These recently developed orally delivered agents are called small molecules to treat IBD, and include:

  • Tofacitinib
  • Upadacitinib
  • Ozanimod

These medications may be effective if other medications don’t work. It can increase the risk of shingles infection and blood clots. Even recently, the US Food and Drug Administration (FDA) issued a warning about tofacitinib, that preliminary studies show the risk of serious heart-related problems and cancer from this medication. So, if you take tofacitinib for UC, don’t stop immediately but consult with your healthcare provider.

Here are the common side effects you can expect with immunomodulators including:

  • Headache
  • Nausea
  • Vomiting
  • Diarrhea
  • Mouth sores
  • Tiredness
  • Low blood cell levels
  1. Biologics

These medications are genetically designed in a lab from a living organism to treat moderate to severe ulcerative colitis. These medicines can reduce intestine inflammation by targeting proteins the immune system uses to cause inflammation. It is also used when symptoms can’t be managed with treatments such as 5-ASA drugs, corticosteroids, or immunomodulators. These medicines are given in the hospital by infusion through a drip in your arm every 4 to 12 weeks (about 3 months), or as an injection every 1 to 4 weeks. Your treatment team sees how you respond to treatment and if your symptoms are under control for a year or more, they recommend stopping the medication.

Here are the main types of biologics used to treat ulcerative colitis, including:

  1. Infliximab, adalimumab, and golimumab: These medications are known as tumor necrosis factor (TNF) inhibitors, which can neutralize the protein produced by the immune system that causes inflammation. It is recommended for people with severe ulcerative colitis who don’t respond to or can’t tolerate other treatments.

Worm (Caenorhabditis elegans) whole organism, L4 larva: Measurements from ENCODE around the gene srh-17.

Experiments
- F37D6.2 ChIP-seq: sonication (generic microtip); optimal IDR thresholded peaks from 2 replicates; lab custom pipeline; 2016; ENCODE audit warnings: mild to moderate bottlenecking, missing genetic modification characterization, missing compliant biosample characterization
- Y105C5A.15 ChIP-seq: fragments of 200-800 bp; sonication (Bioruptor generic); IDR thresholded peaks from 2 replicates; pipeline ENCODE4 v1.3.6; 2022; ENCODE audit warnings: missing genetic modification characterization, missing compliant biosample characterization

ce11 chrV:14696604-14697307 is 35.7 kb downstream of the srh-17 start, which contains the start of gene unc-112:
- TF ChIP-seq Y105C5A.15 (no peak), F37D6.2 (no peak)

2. Vedolizumab: This medication is used to treat people with UC who don’t respond or can’t tolerate other treatments. It works by blocking inflammatory cells from getting to the site of inflammation.
  3. Ustekinumab: This medication is approved for treating UC in people who don’t respond or can’t tolerate other treatments. It blocks different proteins that cause inflammation.

Here are the most common side effects of biologics you can expect, including:

  • Headache
  • Fever
  • Chills
  • Nausea
  • Hives or rash
  • Increased infections

Other medications

In case you need additional medication to manage specific symptoms of UC, your healthcare provider may recommend one of these medications, including:

  1. Anti-diarrheal medications: For severe diarrhea, loperamide may be recommended. If you have UC, don’t take anti-diarrheal medications without consulting with your healthcare provider. These medications may increase the risk of an enlarged colon.
  2. Pain relievers: For mild pain, your provider may prescribe acetaminophen, but not ibuprofen, naproxen sodium, and diclofenac sodium, which can worsen symptoms and increase the severity of the disease.
  3. Antispasmodics: Sometimes healthcare providers may recommend antispasmodic therapies to manage cramps.
  4. Iron supplements: In case you have chronic intestinal bleeding, you may develop iron deficiency anemia and be treated with iron supplements.


Medications for ulcerative colitis are good options for managing the condition and lowering the risk of flare-ups. Depending on the severity and symptoms, your healthcare provider prescribes the medication or a combination to see what works for you. In case you experience any side effects from the medications, then ask your doctor to change the medication or dosage.


If you need help with ulcerative colitis, visit our endocrinology clinic in Brooklyn to get professional medical help. Call us to book your appointment today. You can schedule an appointment with Doral Health and Wellness Gastroenterology Center’s best gastro doctors in Brooklyn. If you are looking for treatments, you can also talk to our specialists and inquire with them. To schedule an appointment, please visit us at 1797 Pitkin Avenue, Brooklyn, New York 11212 or call 1-347-384-5690.